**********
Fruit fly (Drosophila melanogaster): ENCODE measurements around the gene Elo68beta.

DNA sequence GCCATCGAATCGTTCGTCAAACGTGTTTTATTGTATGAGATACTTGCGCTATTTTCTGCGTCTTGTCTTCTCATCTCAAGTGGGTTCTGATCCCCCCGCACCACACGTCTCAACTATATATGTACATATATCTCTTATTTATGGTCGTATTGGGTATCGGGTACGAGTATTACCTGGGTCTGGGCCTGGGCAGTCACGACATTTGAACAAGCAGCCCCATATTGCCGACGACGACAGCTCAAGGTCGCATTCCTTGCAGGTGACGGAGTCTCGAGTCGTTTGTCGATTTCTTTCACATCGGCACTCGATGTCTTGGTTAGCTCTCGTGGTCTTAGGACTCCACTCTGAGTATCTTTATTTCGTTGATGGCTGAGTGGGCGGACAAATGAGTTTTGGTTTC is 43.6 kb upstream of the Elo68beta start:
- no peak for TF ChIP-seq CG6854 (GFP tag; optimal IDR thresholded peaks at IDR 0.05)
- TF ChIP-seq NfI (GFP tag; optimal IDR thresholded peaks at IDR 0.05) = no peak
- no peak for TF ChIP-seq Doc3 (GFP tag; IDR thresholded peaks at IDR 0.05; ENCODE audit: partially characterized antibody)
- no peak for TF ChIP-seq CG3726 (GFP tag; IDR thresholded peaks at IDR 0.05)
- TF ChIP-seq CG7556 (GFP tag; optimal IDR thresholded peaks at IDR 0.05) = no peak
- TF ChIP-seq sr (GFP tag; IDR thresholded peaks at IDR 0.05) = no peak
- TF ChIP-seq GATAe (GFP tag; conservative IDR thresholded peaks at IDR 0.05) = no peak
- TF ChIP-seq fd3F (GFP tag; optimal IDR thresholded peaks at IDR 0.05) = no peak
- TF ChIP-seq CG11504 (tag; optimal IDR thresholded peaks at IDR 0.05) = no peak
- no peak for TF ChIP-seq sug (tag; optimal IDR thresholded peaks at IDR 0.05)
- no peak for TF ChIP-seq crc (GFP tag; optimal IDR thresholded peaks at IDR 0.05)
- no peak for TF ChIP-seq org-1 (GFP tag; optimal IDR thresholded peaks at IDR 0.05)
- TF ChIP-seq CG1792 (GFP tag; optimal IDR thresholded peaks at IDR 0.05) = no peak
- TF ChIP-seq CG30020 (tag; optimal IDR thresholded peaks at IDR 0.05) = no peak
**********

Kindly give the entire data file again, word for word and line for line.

Fruit fly (Drosophila melanogaster): ENCODE measurements around the gene Elo68beta.

DNA sequence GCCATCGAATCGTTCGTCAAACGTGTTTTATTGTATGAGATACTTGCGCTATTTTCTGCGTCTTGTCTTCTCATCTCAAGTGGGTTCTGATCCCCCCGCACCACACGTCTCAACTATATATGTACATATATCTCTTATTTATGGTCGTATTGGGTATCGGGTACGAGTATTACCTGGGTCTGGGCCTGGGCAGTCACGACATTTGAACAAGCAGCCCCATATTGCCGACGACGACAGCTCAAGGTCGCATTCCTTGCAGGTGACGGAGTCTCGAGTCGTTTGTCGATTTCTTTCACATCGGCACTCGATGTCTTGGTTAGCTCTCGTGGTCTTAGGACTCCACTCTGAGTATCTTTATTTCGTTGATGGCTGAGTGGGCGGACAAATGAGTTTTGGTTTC is 43.6 kb upstream of the Elo68beta start:
- no peak for TF ChIP-seq CG6854 (GFP tag; optimal IDR thresholded peaks at IDR 0.05)
- TF ChIP-seq NfI (GFP tag; optimal IDR thresholded peaks at IDR 0.05) = no peak
- no peak for TF ChIP-seq Doc3 (GFP tag; IDR thresholded peaks at IDR 0.05; ENCODE audit: partially characterized antibody)
- no peak for TF ChIP-seq CG3726 (GFP tag; IDR thresholded peaks at IDR 0.05)
- TF ChIP-seq CG7556 (GFP tag; optimal IDR thresholded peaks at IDR 0.05) = no peak
- TF ChIP-seq sr (GFP tag; IDR thresholded peaks at IDR 0.05) = no peak
- TF ChIP-seq GATAe (GFP tag; conservative IDR thresholded peaks at IDR 0.05) = no peak
- TF ChIP-seq fd3F (GFP tag; optimal IDR thresholded peaks at IDR 0.05) = no peak
- TF ChIP-seq CG11504 (tag; optimal IDR thresholded peaks at IDR 0.05) = no peak
- no peak for TF ChIP-seq sug (tag; optimal IDR thresholded peaks at IDR 0.05)
- no peak for TF ChIP-seq crc (GFP tag; optimal IDR thresholded peaks at IDR 0.05)
- no peak for TF ChIP-seq org-1 (GFP tag; optimal IDR thresholded peaks at IDR 0.05)
- TF ChIP-seq CG1792 (GFP tag; optimal IDR thresholded peaks at IDR 0.05) = no peak
- TF ChIP-seq CG30020 (tag; optimal IDR thresholded peaks at IDR 0.05) = no peak